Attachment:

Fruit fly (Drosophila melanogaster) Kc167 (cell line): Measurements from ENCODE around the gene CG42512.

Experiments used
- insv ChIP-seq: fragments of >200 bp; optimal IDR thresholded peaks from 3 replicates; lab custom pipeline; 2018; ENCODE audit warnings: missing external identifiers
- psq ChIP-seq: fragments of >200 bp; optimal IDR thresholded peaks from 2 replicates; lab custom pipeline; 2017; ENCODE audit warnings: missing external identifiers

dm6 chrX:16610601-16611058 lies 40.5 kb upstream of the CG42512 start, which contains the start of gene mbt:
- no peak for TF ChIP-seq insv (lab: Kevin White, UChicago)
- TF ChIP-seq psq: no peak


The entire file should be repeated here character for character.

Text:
Fruit fly (Drosophila melanogaster) Kc167 (cell line): Measurements from ENCODE around the gene CG42512.

Experiments used
- insv ChIP-seq: fragments of >200 bp; optimal IDR thresholded peaks from 3 replicates; lab custom pipeline; 2018; ENCODE audit warnings: missing external identifiers
- psq ChIP-seq: fragments of >200 bp; optimal IDR thresholded peaks from 2 replicates; lab custom pipeline; 2017; ENCODE audit warnings: missing external identifiers

dm6 chrX:16610601-16611058 lies 40.5 kb upstream of the CG42512 start, which contains the start of gene mbt:
- no peak for TF ChIP-seq insv (lab: Kevin White, UChicago)
- TF ChIP-seq psq: no peak